Category Archives: review


Strange. I saw Crazy Heart back in March, in the theater, just before the Oscars, and was going to write about it then, but couldn’t find the right angle. Then I figured that the next movie I saw would motivate me to finally write about it, but I haven’t SEEN a film since then, aside from a partial one. Now it’s three months later, the movie’s available on video. I was going to say at the time that it was a good rental rather than necessary to see in the cinema, but now I’ve waited so long, that’s about the only way you’re likely to see it.

As you probably know, Jeff Bridges won the Best Actor Oscar for playing rundown country singer Bad Blake, an alcoholic on the downward slope of his career, forced to play small venues such as bowling alleys. He manages to hook up with his female fans as he travels from town to town. His former protege, Tommy Sweet (Colin Farrell), makes it known through Bad’s manager that he wants buy some of Bad’s songs, but Bad’s hidden pain blocks his creativity. Meanwhile, a roving reporter (Maggie Gyllenhaal) falls for him.

The familiar hellholes Bad plays in is reminiscent of the familiar, easygoing and peaceful characters Bridges has played in the past. It’s a good role, and he plays it well, but it is not groundbreaking cinema, and the award, I suspect, is as much a reward for lifetime achievement as for this particular performance.

It’s not that I didn’t like Crazy Heart – I did – but it had a certain “I’ve seen this before” feel. And I didn’t quite buy the hookup between Bad and the reporter, though, oddly, I did believe the relationship subsequently.

Oh, for Christmas 2009, I got the soundtrack for this movie, which is quite good. But it’s better once you see the movie and understand the context. Both Bridges and Farrell do their own singing, and they’re quite competent.

MOVIE Demi-REVIEW: Despicable Me

I get a phone call Friday night asking whether I wanted some tickets to see a sneak preview of the movie Despicable Me the next morning at 10. I must admit I have zero idea what that film was. But, since The Princess and the Frog disaster, I figured a movie with that title would be a no go for the Daughter, and declined. For some reason, I told her about it and she said she wanted to go. I looked up the word “despicable” in the dictionary, but since the defition was unuseful (“worthy of being despised”), I didn’t belabor trying to explain it any further.

So Saturday morning, we took the bus to Crossgates Mall. I must note that I almost never go there, in no small part because the place is just too damn big for my taste. Astonishly, we actually found the theater, screen 4 of 18, and took our sdeats behind a young man of about 10. Unlike most of us, he was wearing TWO pair of 3D glasses. Eventually, his mother returned from wherever, and he gave her a pair.

The story is about Gru (voiced with some vague Eastern European accent by Steve Carrell), a mean supervillain type who has competition in the criminal world by Vector (Jason Segal), though adored by his minions. Continue reading MOVIE Demi-REVIEW: Despicable Me

VIDEO REVIEW: Cloudy with a Chance of Meatballs

Here’s an interesting experiment; go with your spouse and child to an elementary school gym, along with four dozen other elementary school kids and their parents to see a 2-D version of a 3-D movie based on a 30-page book. That’s what we did a couple Friday nights ago as we viewed Cloudy with a Chance of Meatballs.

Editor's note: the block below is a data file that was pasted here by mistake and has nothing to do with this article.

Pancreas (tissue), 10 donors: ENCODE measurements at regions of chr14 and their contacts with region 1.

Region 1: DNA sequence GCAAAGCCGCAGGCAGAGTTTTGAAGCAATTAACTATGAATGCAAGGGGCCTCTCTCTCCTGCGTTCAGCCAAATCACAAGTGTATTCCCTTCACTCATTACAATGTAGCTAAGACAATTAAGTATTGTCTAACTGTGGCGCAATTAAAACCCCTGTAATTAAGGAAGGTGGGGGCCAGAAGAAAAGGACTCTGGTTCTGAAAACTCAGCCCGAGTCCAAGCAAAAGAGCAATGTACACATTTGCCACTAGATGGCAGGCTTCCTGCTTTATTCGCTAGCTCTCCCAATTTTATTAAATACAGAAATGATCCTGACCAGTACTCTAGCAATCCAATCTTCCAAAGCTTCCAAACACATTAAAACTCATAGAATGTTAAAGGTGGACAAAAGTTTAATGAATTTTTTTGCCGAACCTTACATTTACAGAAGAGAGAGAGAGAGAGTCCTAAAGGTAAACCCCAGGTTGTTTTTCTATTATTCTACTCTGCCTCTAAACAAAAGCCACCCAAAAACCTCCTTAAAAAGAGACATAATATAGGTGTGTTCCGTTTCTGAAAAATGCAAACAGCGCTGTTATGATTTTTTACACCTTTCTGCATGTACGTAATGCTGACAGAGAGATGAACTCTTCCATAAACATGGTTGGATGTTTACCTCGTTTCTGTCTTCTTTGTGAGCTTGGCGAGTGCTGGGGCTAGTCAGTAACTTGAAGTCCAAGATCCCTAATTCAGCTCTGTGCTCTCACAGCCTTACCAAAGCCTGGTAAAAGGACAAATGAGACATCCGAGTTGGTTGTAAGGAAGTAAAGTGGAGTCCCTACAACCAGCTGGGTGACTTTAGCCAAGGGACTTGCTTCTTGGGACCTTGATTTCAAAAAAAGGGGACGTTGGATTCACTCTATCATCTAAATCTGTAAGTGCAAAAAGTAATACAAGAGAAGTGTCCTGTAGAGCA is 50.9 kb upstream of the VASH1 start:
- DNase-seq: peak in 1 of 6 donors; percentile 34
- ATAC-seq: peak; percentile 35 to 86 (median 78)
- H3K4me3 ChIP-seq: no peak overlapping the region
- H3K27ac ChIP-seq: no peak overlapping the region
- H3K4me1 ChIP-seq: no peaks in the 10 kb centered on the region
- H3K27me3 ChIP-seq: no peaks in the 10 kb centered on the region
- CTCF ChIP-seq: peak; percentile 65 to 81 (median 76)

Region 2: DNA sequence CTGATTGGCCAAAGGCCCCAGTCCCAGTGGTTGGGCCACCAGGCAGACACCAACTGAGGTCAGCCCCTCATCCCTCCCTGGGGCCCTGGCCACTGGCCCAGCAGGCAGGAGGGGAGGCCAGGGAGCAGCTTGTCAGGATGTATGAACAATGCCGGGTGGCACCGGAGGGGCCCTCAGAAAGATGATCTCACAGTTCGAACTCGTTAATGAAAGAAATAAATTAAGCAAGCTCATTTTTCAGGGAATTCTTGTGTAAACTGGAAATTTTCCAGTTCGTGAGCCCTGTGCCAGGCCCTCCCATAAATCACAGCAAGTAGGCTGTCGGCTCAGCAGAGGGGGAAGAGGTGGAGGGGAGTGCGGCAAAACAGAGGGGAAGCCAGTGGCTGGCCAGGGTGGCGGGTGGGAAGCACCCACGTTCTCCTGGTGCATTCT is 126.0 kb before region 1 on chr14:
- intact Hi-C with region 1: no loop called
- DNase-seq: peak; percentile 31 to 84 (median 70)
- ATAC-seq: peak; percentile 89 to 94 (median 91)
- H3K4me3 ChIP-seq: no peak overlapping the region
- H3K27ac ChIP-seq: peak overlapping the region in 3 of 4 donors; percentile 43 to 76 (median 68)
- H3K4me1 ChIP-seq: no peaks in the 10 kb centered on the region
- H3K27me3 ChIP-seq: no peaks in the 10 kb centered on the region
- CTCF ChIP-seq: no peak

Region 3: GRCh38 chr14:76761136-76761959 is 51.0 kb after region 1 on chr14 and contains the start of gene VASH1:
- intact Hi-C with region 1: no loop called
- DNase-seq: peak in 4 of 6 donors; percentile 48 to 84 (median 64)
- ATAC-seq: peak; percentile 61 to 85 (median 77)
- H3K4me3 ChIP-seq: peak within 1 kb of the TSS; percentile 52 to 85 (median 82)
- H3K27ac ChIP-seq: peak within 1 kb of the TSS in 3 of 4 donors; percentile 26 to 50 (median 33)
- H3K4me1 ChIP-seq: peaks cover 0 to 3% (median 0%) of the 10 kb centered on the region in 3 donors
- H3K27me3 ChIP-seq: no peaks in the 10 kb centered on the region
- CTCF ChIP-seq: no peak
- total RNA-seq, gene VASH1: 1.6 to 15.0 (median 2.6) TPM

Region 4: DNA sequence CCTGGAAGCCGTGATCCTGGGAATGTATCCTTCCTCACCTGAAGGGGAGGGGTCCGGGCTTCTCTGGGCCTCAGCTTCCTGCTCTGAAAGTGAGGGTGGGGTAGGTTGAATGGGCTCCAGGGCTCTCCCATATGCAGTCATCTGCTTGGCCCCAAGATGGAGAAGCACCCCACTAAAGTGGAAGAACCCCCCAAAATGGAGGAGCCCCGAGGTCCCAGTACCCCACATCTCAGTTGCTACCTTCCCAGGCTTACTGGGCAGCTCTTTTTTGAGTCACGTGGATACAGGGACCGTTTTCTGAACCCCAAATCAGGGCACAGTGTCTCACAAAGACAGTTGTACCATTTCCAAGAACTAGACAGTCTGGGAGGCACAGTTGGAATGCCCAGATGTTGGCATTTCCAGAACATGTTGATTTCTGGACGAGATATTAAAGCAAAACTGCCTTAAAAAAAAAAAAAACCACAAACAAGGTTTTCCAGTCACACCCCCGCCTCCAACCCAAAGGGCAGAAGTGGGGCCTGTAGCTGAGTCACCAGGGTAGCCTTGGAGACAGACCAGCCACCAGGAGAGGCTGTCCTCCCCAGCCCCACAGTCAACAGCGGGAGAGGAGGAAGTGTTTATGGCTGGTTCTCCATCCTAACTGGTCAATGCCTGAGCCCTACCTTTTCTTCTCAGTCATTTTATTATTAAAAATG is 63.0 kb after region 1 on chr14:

I had no preconceived notions about this film. I hadn’t read the book, first published in 1978, written by Judi Barrett and illustrated by Ron Barrett. In fact I never even heard of it until the film was being promoted.

This iteration tells the story of Flint Lockwood, science nerd, whose mother (Lauren Graham) believes he’ll be someone special; she dies early on, and his monosyllabic, unibrow fisherman-father (James Caan) believes in more practical efforts, wanting his son (Bill Hader) to work at the sardine store with him. Everyone on the island of Swallow Falls eats sardines.

Flint is tortured by an annoying character, Baby Brent (Andy Samburg), who was famous as the Gerber baby, and keeps milking his fame. (Independently, my wife and I thought he was very much like the character in the Back to the Future movies who kept harassing Marty McFly’s father.)

Flint, undeterred from his dream, manages to invent a machine that converts water into food. Needing to hide his creativity from the local policeman (Mr. T), he accidentally launches it into the atmosphere. Instead of rain, food of every sort starts falling from the sky. This phenomenon inspires a television station to send a weather reporter trainee (Anna Faris) to cover the phenomenon.

I laughed out loud several times in the first half of the movie at lines that probably went right over the heads of the purported target audience. At least once, I swear I was the ONLY person laughing.

At some point, the movie becomes some illustrated cross between the movies Twister (which I saw) and 2012 (which I did not). This part was less interesting to me, though not without its charms, and frightened the daughter some to boot.

Still, I enjoyed the intelligently-made film overall, and it reviewed well enough. Within the film of writer-directors Phil Lord and Christopher Miller were none-too-subtle digs at the food industry (processed foods with no connection to the source, a la Fast Food Nation), gluttony (see also: the latter part of WALL-E), environmental destruction, and sexism in the entertainment industry.

I finally got around to reading the book this week, and while there were nods to the source material (food as rafts, yellow Jell-O, and of course a spaghetti storm), the movie is a whole ‘nother animal altogether. Friends of friends of mine who are devotees of the book often HATE the movie because it’s not the book; I think the movie should be appreciated on the merits of what’s on the screen, NOT based on how it is or is not true to the source material.
The movie trailer.


Theater Review: Spring Awakening